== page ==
In some cases, the silver salt is in an aqueous solution, but the salt can be dissolved in any solvent compatible with the conditions to form nanocrystals. Preferably, the silver salt has a concentration of about 0.1 mM Ag, but can be about 0.05 mM, about 0.06 mM, about 0.07 mM, about 0.08 mM, or about 0.09 mM Ag. In some cases, the concentration of silver is about 0.11 mM, about 0.12 mM, about 0.13 mM, about 0.14 mM, about 0.15 mM, about 0.2 mM, or about 0.25 mM.

A reducing agent is added to the silver salt to promote nanocrystal formation. Typically, the reducing agent is sodium borohydride, but can be any reducing agent that is compatible with the conditions to form nanocrystals. Nonlimiting examples include sodium triacetoxy borohydride, diisobutylaluminum hydride, lithium aluminum hydride, potassium tri-sec-butylborohydride, potassium triethylborohydride, sodium tri-sec-butylborohydride, lithium triethylborohydride, lithium tri-sec-butylborohydride, methyl oxazaborolidine, diisopinocampheylchloroborane, methoxydiethylborane, dibutylboron triflate, dicyclohexylboron triflate, dicyclohexylchloroborane, borane-tetrahydrofuran complex, dimethylsulfide borane, diethylaniline borane, tert-butylamine borane, morpholine borane, dimethylamine borane, triethylamine borane, pyridine borane, and mixtures thereof.

In some cases, separation agents are added to the mixture of the silver salt and reducing agent. As used herein, “separation agent” refers to an additive capable of preventing nanocrystal and/or nanoprism agglomeration. More than one separation agent can be added to the admixture. In some embodiments, the separation agent comprises bis(p-sulphonatophenyl)phenylphosphine dehydrate dipotassium (BSPP) and/or citric acid or a salt thereof. Preferable concentrations for BSPP are from 0 to about 5 mM. Preferably, an alkali metal citrate, for example trisodium citrate, is used in a concentration of about 0.1 mM to about 1.5 mM. Additional and nonlimiting examples of ligands include polyvinylpyrrolidine, sodium poly(acetate), polyethyleneimine, ethylenediaminetetraacetate salts, and related polyamino carboxylic acid salts, diethylenetriaminepentaacetic acid, N-hydroxyethylethylenediaminetriaacetic acid, nitrilotriacetic acid, and mixtures thereof.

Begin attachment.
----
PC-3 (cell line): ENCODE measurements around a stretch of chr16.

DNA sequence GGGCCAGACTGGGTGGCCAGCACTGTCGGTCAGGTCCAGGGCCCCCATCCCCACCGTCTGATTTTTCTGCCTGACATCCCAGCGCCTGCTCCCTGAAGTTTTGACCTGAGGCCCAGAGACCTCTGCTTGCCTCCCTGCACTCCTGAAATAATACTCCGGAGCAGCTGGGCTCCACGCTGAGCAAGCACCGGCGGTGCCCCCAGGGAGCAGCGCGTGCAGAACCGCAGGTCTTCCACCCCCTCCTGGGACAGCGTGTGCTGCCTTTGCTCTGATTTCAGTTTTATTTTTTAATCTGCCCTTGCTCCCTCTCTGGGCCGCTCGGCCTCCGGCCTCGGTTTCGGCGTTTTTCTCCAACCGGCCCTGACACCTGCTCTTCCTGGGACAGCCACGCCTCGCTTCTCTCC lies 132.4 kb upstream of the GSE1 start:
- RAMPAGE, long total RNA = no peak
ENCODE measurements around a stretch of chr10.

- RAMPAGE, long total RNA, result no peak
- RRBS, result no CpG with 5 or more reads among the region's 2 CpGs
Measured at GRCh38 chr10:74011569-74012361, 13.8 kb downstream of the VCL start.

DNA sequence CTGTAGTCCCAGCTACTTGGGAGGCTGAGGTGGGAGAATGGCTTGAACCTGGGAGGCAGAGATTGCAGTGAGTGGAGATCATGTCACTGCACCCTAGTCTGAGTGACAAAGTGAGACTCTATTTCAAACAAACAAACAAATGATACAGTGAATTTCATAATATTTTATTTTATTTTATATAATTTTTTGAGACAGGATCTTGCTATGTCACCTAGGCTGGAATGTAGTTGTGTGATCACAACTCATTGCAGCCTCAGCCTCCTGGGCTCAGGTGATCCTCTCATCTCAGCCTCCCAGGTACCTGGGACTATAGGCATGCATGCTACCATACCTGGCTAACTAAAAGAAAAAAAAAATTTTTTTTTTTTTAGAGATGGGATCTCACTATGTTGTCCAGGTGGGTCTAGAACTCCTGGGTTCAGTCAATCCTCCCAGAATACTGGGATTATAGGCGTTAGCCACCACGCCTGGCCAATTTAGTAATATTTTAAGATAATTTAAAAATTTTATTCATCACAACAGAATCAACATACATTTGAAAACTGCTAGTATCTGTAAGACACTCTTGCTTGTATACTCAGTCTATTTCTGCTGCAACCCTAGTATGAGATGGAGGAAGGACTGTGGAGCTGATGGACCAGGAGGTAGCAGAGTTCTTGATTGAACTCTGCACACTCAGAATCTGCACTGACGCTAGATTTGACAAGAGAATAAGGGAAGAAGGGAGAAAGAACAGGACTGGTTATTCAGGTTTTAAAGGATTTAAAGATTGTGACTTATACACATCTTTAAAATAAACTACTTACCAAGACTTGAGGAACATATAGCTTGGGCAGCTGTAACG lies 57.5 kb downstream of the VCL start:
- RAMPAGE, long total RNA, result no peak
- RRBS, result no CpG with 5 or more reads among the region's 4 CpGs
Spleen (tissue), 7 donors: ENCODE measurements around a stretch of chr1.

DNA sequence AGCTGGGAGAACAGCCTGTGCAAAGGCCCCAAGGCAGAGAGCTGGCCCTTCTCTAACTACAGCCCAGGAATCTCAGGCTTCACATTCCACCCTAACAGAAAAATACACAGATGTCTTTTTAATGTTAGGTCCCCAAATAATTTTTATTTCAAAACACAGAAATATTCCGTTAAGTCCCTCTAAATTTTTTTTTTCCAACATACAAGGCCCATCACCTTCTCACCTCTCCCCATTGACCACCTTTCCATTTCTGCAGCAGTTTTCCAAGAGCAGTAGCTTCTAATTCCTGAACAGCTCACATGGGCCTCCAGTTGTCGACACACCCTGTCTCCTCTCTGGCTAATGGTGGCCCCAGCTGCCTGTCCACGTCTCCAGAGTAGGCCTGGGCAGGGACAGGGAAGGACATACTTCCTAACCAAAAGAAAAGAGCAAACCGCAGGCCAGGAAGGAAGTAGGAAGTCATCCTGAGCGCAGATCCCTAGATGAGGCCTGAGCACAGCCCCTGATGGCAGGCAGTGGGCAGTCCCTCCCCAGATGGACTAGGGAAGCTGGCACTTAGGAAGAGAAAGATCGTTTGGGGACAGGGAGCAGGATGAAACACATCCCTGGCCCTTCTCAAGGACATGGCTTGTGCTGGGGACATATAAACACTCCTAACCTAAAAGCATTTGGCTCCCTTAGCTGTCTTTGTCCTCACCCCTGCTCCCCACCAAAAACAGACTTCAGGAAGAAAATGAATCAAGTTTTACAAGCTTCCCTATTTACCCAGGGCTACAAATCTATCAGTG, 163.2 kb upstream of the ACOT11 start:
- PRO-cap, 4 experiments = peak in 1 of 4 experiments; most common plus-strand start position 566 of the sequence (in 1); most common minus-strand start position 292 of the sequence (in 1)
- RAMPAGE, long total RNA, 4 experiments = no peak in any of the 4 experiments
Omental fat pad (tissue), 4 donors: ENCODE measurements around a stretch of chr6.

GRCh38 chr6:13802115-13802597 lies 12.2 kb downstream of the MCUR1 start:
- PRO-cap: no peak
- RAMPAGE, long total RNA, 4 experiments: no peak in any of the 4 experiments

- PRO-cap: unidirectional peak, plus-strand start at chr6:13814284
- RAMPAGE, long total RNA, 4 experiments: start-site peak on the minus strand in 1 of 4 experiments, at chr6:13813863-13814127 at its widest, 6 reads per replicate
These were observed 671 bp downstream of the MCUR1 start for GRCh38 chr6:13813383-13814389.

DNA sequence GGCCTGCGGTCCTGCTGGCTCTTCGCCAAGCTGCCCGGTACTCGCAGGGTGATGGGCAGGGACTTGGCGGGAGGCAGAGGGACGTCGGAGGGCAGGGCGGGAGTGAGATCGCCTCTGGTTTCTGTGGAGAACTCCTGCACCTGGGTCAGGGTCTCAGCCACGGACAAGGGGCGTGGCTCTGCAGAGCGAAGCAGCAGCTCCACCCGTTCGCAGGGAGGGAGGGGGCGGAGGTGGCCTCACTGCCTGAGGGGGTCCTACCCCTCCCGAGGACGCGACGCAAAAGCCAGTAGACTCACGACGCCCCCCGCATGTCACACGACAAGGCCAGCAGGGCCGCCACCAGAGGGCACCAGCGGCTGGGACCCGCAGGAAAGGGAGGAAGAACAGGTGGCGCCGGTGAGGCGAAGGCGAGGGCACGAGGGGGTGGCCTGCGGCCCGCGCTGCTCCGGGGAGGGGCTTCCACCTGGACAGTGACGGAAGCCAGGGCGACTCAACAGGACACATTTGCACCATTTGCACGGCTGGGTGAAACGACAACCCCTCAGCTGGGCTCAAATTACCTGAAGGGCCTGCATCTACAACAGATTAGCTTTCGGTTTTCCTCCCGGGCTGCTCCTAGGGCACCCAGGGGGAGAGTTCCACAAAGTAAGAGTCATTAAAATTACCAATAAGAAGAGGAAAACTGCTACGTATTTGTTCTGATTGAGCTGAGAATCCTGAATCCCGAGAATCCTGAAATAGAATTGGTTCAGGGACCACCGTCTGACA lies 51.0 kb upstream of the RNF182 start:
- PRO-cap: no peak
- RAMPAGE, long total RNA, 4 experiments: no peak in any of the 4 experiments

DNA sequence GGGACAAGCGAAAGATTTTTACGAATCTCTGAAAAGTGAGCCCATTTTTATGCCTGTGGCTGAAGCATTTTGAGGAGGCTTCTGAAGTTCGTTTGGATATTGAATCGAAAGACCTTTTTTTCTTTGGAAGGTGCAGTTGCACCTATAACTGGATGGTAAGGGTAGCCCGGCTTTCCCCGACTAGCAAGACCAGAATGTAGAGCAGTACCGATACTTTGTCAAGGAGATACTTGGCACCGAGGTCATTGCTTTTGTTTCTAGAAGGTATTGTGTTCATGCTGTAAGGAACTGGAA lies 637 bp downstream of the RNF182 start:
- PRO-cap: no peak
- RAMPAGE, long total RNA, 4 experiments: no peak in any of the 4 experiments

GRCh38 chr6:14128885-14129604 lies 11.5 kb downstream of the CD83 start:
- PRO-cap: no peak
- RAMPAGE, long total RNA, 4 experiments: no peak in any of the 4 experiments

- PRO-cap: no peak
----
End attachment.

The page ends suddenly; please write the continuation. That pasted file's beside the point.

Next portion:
In particular, FIG. 1A illustrates the effect of adding base to a solution of silver salt, reducing agent, and separation agent prior to irradiation with light having a wavelength of about 550 nm. In the reaction with an uncorrected pH, Type I and Type II silver nanoprisms are formed as seen by the adsorptions at about 600 nm (Type I) and 1100 nm (Type II). When the pH was raised by the addition of base to pH 11.2, only Type I nanoprisms were formed as seen by the single adsorption at about 600 nm. The effect of the raised pH on the distribution of nanoprism size is seen in FIG. 1B.

The variation of the wavelength at which the solution is irradiated controls the size of the nanoprisms within their Type class (Type I or Type II). FIG. 2 shows the effects of different wavelengths on the adsorption characteristics of the nanoprisms. The adsorption characteristics are indicative of the distribution of sizes (unimodal vs. bimodal) and the average physical size of the nanoprisms. The progressive shift of the adsorption peak in FIG. 2B to lower energy corresponds with the nanoprisms of progressively larger sizes. The effect of Type I nanoprisms of progressively larger sizes is visually apparent in FIG. 2A. The same effect is seen in the synthesis of Type II nanoprisms. FIG. 3B shows the progressive shift to lower energy indicative of larger particle sizes when the formation of the nanoprism was conducted at low pH and the wavelength of irradiation was varied. FIG. 3A shows the physical distribution of the Type II nanoprisms that were made at a pH of about 7.5 and with light at about 550 nm.